• Being a CTO/CIO in a technology company has its pluses and minuses. When you are surrounded by tech-savvy executives it is not very hard to educate them on the "new shining objects". But, as one of the CIOs gave an example - some of the colleagues would read some articles (on their United flight) and then with half-baked knowledge try to apply that to their context.
  • One CIO used ADD (Attention Deficit Disorder) to explain the nature of business users and their priorities. Their attention span is just too short. Either you give quick results or their attention would go away to something else.
  • The companies resist buying critical enterprise software from the start-ups.

Thanks Marty, Greg and Chris to be there.

Sunday, November 12, 2006

Beauty of life unveiling ...

Beauty is life when life unveils her holy face. But you are life and you are the veil. Beauty is eternity gazing at itself in a mirror. But you are eternity and you are the mirror. --Kahlil Gibran

Friday, November 03, 2006

CEO's Advice

"It's better to be poor and running your own business than to be rich and work for someone else."-- Calvin Ayre, CEO of

"Perseverance. Stick with it and keep a positive attitude. Starting a company is definitely a challenging process, and you have to be able to believe in yourself and believe in the concept, day after day."-- Scott Sanders, owner and CEO of F1 Race Factory

"Flexible people never get bent out of shape."-- Joshua Estrin, president and CEO of Concepts in Success

"Find an area of confusion and figure it out."-- Amy James, CEO of sixThings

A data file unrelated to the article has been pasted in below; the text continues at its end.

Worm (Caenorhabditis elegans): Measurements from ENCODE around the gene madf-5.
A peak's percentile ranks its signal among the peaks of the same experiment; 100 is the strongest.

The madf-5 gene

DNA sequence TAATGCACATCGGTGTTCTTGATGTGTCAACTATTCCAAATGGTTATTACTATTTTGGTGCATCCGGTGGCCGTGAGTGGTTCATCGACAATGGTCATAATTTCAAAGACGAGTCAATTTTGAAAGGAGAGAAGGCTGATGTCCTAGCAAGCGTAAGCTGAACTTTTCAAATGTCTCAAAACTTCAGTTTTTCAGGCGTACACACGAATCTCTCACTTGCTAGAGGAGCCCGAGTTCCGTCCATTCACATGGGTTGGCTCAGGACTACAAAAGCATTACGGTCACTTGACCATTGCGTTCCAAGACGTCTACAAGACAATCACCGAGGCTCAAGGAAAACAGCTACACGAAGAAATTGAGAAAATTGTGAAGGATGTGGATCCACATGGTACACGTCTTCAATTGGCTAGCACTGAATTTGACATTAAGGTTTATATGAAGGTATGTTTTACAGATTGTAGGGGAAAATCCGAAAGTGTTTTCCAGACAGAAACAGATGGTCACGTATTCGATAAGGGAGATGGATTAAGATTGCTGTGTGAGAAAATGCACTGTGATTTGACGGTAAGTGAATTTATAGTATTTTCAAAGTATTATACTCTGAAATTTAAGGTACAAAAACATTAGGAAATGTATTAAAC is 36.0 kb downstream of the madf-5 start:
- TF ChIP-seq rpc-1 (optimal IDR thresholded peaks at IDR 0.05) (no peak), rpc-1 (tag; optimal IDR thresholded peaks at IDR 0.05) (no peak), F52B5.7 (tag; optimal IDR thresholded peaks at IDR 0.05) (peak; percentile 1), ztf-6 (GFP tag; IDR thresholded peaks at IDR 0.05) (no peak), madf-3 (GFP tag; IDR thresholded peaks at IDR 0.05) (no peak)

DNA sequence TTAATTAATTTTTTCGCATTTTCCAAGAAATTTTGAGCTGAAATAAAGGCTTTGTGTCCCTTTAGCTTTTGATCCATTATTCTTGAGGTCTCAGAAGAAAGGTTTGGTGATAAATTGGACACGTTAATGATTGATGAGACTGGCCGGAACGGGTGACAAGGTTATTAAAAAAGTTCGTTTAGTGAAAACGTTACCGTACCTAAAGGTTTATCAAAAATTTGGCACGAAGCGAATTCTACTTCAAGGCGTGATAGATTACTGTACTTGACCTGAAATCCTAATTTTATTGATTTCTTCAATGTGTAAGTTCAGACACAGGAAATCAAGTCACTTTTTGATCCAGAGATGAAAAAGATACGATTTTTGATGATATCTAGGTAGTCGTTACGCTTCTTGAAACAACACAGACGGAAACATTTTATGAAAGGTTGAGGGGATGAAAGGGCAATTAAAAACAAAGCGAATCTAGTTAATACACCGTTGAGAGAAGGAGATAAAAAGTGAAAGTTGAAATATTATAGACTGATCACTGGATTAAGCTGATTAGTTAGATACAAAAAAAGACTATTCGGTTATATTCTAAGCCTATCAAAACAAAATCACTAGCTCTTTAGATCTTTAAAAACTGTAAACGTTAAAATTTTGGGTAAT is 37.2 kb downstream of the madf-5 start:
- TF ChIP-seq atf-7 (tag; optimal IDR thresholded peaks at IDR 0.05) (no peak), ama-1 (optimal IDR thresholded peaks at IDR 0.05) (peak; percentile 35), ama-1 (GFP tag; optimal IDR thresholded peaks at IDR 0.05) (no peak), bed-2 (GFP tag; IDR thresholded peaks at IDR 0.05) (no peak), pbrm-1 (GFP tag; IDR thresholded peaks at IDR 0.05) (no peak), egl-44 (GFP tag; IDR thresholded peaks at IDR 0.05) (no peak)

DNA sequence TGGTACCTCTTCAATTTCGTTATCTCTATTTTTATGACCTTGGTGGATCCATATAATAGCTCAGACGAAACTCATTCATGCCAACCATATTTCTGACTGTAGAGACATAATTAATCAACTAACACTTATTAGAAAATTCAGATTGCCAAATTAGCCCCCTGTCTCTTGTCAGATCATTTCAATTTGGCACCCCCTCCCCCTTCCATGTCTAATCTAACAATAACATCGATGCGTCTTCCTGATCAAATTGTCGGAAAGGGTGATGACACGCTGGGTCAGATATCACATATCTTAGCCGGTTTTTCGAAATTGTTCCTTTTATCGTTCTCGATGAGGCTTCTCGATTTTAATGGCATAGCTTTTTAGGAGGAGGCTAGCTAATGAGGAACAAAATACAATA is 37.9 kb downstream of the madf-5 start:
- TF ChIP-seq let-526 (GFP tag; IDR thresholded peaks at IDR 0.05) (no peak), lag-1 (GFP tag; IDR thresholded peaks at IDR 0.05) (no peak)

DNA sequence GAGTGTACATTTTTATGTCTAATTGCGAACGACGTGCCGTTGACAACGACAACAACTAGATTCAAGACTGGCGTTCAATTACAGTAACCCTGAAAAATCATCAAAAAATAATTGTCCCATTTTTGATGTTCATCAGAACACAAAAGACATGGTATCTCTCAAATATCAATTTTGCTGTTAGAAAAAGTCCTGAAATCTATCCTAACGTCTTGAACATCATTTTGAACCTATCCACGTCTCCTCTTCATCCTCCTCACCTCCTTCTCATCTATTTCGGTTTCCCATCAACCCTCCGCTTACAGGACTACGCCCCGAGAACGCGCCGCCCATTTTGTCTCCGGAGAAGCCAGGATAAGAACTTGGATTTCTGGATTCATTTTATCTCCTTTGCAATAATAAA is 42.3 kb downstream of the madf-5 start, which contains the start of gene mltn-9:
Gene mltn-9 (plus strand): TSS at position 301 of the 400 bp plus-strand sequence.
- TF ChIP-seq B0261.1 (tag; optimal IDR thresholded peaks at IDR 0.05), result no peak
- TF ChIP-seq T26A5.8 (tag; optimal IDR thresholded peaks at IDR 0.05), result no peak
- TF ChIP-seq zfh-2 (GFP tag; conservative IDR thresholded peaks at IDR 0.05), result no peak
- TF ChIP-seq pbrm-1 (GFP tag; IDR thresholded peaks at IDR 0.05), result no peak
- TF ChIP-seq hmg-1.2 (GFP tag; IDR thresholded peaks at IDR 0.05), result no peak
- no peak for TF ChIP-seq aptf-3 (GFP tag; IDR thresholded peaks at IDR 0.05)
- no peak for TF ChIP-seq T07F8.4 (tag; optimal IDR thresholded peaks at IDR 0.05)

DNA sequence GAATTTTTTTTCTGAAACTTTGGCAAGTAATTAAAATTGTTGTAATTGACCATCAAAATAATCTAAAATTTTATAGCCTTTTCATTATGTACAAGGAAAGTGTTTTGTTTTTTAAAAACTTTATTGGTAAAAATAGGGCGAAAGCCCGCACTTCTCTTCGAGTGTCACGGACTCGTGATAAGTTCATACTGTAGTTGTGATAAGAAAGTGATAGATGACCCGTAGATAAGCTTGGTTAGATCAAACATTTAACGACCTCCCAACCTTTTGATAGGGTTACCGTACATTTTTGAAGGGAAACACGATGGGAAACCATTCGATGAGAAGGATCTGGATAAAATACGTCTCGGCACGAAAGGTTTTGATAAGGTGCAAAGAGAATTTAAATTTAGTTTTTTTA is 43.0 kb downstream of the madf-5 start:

"Make other people's money work for you."-- Corey Llewellyn, CEO of Digiwaxx Media

"Always be in over your head. That way, you're always learning something and you never get bored. Floating is overrated."-- Gini Dietrich, President and CEO of Arment Dietrich PR

"Don't get angry, get smart."-- Vicki Kunkel, CEO, Leader Brand Strategists

"Find out what you're good at and learn how to leverage that to your advantage."-- Stephen Blakesley, CEO of Global Management Systems, Inc.

"Find your passion and then make a living doing it."-- Ann Higgins, CEO of Utopia Communications

"Your job as a leader is to change the people, and if you can't change the people, then CHANGE the people."-- Jeff Kaye, CEO of Kaye Bassman International

Sunday, October 29, 2006

Why the VC model works in the Silicon Valley chaos

From NetService Ventures -

Venture backed companies live to push discontinuous change into the world. This is "10X" stuff, and is how their backers make a living. Large firms face serious threats from discontinuous change. It is hard to see coming.